(This post is based on the video, “Data Collection” in the Design Defined: Design Principles Explained series.)
One of the most important early decisions to be made when developing a smart device is to consider what kinds of data the product will collect. Decisions about IoT data collection are central to every intelligent product’s development, because of their powerful ripple effect.
IoT data collection impacts data deployment, storage, sensor selection, processing power, security, and more. Most importantly, it’s at the core of every smart product’s user experience — and consequently, its success.
As intelligent devices become the norm, we find ourselves helping clients plan for IoT data collection more and more. While there is plenty of nuance, we recommend everyone follow the four steps outlined below when deciding which data to collect.
1. Always Start with User Need
With so much compelling technology on the market, it can be tempting to let the latest tech drive your product. But product development should always be driven by user needs. To truly understand your users’ needs, you’ll need to conduct user research.
Upfront user research identifies two things: who your users are, and what unmet needs they have.
2. Define the Data to be Collected
Once you’ve determined user needs, you’ll translate those needs into data requirements. How could data help address your users’ needs? What are you trying to learn or capture? Allow these questions to define the data to be collected — and to inform what data you don’t need to collect.
For instance, Nest thermostats keep homes warm and cool, so they need to track temperature and humidity. Ring doorbells track who’s at your door and how often, so they need visual data and time-stamping. It wouldn’t make sense the other way around, and neither device collects more data than it needs.
3. Figure Out What Sensors Are Required
Once you’ve identified the data to collect, you can figure out what sensors are required. How will you capture the data you’ve defined?
Temperature and humidity sensors can gather home temperature and humidity data, and motion-activated cameras can collect visual data for smart doorbells. We worked with one client who launched a wearable device for tennis players that needs to detect the moment the ball connects with their racket — this device required impact sensors.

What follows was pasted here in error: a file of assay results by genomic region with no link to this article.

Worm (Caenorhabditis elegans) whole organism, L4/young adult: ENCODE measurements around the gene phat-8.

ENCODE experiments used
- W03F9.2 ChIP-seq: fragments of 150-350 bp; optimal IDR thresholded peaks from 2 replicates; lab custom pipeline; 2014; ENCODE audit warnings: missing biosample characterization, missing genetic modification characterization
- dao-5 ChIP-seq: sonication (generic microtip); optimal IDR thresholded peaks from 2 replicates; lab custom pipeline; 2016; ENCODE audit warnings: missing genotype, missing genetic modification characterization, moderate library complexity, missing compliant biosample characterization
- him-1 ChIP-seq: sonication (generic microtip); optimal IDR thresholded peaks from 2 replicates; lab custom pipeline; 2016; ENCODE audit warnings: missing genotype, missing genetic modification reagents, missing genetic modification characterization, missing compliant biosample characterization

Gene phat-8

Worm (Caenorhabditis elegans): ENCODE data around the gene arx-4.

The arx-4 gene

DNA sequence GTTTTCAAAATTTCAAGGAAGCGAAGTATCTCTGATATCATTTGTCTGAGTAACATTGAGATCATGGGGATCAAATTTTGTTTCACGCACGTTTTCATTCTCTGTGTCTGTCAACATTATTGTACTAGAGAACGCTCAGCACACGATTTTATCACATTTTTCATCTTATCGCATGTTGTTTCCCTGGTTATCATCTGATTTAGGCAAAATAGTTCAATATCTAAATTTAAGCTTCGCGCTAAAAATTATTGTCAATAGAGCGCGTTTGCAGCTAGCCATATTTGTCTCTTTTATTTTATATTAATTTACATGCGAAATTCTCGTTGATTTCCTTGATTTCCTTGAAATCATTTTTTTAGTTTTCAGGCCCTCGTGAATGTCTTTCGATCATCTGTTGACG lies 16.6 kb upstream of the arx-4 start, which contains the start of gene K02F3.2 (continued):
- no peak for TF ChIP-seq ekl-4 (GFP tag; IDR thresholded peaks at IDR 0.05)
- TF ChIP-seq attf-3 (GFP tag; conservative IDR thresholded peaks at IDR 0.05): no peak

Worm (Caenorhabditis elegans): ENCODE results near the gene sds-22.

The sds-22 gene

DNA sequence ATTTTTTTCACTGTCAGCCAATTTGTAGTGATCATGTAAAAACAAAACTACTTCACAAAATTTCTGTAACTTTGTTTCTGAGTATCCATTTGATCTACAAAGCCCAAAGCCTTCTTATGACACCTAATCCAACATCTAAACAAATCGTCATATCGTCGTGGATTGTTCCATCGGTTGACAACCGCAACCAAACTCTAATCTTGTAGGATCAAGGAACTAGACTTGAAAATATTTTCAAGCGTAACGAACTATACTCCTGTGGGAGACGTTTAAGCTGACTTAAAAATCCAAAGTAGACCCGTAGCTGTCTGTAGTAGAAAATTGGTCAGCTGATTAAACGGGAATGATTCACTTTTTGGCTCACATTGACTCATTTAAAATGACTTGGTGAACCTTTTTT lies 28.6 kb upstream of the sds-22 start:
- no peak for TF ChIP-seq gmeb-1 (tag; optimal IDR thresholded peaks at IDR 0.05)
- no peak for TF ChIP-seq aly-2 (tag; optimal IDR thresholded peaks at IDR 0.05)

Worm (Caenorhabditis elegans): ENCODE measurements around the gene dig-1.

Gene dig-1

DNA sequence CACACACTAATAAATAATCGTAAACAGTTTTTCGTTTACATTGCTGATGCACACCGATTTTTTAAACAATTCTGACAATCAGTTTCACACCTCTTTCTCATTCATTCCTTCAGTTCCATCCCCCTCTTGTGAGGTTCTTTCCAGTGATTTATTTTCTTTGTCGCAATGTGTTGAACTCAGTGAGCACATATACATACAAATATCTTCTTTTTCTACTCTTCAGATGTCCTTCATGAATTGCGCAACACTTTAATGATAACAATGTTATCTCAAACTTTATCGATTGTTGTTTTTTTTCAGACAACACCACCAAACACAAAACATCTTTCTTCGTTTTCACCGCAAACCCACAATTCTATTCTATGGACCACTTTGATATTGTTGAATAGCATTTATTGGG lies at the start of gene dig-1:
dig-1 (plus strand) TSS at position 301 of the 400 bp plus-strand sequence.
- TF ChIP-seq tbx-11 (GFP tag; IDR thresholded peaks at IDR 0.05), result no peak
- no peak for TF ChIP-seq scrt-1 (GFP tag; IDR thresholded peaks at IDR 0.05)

Keep in mind that there may be multiple ways to collect the same, or very similar, data.
4. Decide How Your Device Will Connect
Connectivity comes next. Will your IoT device connect to the Internet via Ethernet, WiFi, or Bluetooth? This decision will determine how a user is going to interact with your device, and drive cost and power consumption.
To determine the right option for your device, you’ll have to review the latest research, as well as your data collection goals.
Generally, Ethernet is better suited to a line-powered device with a high data-throughput requirement, such as a smart television. A Wifi or Bluetooth connection better serves a wireless, battery-operated device.
Answer Follow-Up Questions
These four steps will get you started and give you the foundational knowledge you need to begin developing your device.
Making these decisions first will also help you answer follow-up questions like:
- Will your device store data locally or in the cloud?
- Will users retrieve data through an embedded display or a companion app?
- How will you secure the data you collect?
- How much power will your device need?
- And how rugged will it need to be?
Always connect these questions to the four steps above. Consider user needs, data requirements, sensor technology, and connectivity.
Consider Research and Engineering Early
Maybe the most important thing to remember is to make sure your team is interdisciplinary from phase zero. Include user researchers early in the process to determine user needs, and bring in electrical engineers to advise on technology and feasibility.
By including these disciplines in your upfront work, you’ll get the necessary input into project unknowns ahead of development phases of work. It’s always less costly and time intensive to get these insights before you begin designing and prototyping, and this upfront work will lead to a better, more successful product.
Use The Four Steps To Develop Your Next Smart Device
The next time you start an IoT development project, consider the four steps outlined in this post: What user needs are you trying to address, what data will that require, what sensors can collect that data, and how will you connect?
While these steps are high-level, by considering them early in your process, you’ll be able to drill down into the technical specifications and requirements, and you’ll have a more secure path forward.
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